Nearly a year after it was formed, the recreational vehicles subcommittee issued its final report on Aug. 30 with the recommendation that the Granby Planning and Zoning Commission encourage the Board of Selectmen to adopt a comprehensive noise ordinance, enforceable by the town’s police department.
The report will be discussed at tonight’s planning & zoning commission meeting at 7 p.m.
The committee, according to the report, reached its conclusion after considering four possible recommendations: outright ban on recreational vehicles in town/in residential zones; establishment of a public riding site; land use regulations; and ordinance regulations.
“As the subcommittee was unable to establish a specific set of RV regulations, the members contemplated the development of a special use permit, whereby a homeowner could seek special permission from the Planning and Zoning Commission for RV use,” the report states. “However, there was no agreement on what types of conditions would be appropriate and it was agreed that the enforcement of such conditions would be difficult if not impossible. Additionally, applications for such special use permits often create hostilities between neighbors, which are then voiced during the public hearing process.”
The subcommittee, which convened from October 2012 to June 2013, was created in response to the controversy surrounding the use of recreational vehicles - though mostly dirt bikes - in town.
The highest profile case is that of the Cavaciutis, who have been embroiled in a legal dispute with the town and a neighbor over the Cavaciutis’ son’s dirt bike riding on their 7-acre parcel of land. A cease and desist order issued by Zoning Enforcement Officer Bill Volovski in May 2011 remains in effect.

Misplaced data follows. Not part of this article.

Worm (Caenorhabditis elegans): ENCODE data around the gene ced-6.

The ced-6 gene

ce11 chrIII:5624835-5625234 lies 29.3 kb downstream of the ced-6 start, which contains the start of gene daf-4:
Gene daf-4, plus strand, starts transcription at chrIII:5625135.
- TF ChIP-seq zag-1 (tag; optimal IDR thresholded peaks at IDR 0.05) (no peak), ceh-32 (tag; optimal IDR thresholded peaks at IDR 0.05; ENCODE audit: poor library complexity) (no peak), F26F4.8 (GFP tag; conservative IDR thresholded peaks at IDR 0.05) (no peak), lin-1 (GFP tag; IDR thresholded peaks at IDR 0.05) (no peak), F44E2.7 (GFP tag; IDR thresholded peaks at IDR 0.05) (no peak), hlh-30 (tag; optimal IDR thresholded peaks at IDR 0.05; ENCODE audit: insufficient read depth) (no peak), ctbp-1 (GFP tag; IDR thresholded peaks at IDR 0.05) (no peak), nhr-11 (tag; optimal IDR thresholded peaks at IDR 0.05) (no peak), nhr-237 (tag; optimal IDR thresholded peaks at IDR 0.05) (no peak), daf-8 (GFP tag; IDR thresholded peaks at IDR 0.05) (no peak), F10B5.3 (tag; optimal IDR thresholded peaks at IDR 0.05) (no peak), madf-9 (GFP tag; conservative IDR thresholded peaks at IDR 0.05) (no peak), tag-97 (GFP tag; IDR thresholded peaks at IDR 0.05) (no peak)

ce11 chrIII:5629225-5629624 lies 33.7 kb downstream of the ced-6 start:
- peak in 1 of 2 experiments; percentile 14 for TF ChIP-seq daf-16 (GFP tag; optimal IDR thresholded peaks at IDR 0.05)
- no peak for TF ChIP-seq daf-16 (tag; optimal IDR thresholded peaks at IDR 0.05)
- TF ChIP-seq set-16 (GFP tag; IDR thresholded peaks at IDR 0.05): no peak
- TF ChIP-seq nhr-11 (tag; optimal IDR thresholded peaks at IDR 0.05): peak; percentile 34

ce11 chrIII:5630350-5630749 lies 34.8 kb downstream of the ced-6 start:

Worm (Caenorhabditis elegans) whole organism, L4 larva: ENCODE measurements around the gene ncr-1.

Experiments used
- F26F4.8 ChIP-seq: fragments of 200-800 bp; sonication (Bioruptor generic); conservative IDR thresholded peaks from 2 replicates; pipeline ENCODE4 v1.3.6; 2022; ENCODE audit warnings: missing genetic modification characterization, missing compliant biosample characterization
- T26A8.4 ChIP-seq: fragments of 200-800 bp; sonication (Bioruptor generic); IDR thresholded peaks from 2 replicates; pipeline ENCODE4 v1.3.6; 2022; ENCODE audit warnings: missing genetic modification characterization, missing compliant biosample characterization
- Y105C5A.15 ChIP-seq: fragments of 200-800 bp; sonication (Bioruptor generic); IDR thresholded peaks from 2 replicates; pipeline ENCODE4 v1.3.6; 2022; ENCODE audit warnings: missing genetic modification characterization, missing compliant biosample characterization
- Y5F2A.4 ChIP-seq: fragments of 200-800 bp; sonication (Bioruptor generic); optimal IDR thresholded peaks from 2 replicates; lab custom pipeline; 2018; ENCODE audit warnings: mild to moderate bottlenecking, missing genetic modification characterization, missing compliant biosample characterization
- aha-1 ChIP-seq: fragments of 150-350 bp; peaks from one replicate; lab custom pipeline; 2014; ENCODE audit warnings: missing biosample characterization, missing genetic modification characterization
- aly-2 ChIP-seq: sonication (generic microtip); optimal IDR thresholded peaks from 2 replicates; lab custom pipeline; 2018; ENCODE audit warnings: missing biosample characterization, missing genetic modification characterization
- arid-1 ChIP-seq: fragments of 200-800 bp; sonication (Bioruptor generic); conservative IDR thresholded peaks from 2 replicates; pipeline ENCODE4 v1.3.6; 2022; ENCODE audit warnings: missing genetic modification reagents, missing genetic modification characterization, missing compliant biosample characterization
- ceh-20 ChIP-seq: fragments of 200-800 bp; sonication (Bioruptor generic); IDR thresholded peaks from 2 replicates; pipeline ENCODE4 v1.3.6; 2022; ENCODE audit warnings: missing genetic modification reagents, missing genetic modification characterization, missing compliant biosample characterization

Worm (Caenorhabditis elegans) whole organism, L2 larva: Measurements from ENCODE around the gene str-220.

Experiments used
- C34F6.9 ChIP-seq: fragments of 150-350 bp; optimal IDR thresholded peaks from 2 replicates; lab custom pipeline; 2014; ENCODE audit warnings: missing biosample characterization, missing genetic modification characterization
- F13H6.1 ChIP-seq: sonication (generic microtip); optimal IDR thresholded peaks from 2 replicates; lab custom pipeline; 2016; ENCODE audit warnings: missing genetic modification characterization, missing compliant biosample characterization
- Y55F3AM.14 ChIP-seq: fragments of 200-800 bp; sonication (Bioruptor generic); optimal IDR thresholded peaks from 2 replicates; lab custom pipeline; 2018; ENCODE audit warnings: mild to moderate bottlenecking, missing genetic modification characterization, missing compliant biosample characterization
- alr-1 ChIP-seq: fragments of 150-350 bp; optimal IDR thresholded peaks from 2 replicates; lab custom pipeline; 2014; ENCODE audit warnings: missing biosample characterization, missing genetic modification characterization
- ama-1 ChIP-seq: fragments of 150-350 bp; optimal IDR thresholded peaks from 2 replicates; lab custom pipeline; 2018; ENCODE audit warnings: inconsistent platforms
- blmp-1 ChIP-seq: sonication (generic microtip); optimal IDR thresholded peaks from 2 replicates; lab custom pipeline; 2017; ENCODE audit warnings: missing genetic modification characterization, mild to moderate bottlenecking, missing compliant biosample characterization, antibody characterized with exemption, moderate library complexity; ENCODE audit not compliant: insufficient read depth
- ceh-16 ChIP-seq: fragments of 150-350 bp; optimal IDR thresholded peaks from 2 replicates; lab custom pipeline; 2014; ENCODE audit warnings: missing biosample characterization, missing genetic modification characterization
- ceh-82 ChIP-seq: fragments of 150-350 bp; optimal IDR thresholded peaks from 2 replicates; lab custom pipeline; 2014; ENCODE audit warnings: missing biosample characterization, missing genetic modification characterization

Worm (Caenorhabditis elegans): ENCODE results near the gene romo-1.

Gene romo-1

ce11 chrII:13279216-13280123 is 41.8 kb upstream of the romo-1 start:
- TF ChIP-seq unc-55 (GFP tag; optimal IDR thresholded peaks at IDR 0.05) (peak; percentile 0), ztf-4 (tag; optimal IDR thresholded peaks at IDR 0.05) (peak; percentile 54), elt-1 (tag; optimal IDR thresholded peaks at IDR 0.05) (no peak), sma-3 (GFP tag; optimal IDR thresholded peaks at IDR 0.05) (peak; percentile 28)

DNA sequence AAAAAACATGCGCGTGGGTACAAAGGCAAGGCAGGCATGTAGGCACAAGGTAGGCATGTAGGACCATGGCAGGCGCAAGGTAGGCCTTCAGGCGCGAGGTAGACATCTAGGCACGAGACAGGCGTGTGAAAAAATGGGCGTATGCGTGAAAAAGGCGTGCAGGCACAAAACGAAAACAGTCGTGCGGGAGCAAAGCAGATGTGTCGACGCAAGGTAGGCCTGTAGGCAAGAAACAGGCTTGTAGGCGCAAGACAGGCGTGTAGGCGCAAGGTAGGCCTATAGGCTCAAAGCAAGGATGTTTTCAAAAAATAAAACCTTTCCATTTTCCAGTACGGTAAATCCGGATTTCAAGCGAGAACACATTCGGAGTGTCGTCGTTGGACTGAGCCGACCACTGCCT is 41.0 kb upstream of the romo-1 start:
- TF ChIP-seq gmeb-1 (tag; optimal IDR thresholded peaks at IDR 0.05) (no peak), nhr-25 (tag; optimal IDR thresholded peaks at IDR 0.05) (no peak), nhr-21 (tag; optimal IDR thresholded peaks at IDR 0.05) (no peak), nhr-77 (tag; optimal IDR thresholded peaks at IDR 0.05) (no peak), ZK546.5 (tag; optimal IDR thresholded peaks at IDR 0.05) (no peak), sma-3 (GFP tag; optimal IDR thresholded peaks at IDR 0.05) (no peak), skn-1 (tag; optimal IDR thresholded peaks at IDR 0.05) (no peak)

The report noted that the subcommittee went to a live demonstration at the Cavaciutis, where it was noted that “even when they were standing on Candlewood Lane, the noise was loud and annoying. Most were surprised at the level of noise even quite a distance from the RV activity. (Informally and unofficially, various members held noise meters that registered upwards of 70 to 90 decibels even at this distance.) All of the members who were there agreed that they would not want to live next to this type of activity.”
“The demonstration had caused a number of the members to reconsider whether RV activity should be allowed within residential zones at all, unless the noise could be effectively muffled or so distant that it would not disturb neighboring property owners,” the report said. “The demonstration cemented the group’s opinion that the way noise travels could not be properly evaluated, predicted and judged through a special use permit process or regulated through zoning regulations.”As such, the subcommittee members concluded that the best way to address the issue is through a comprehensive noise ordinance.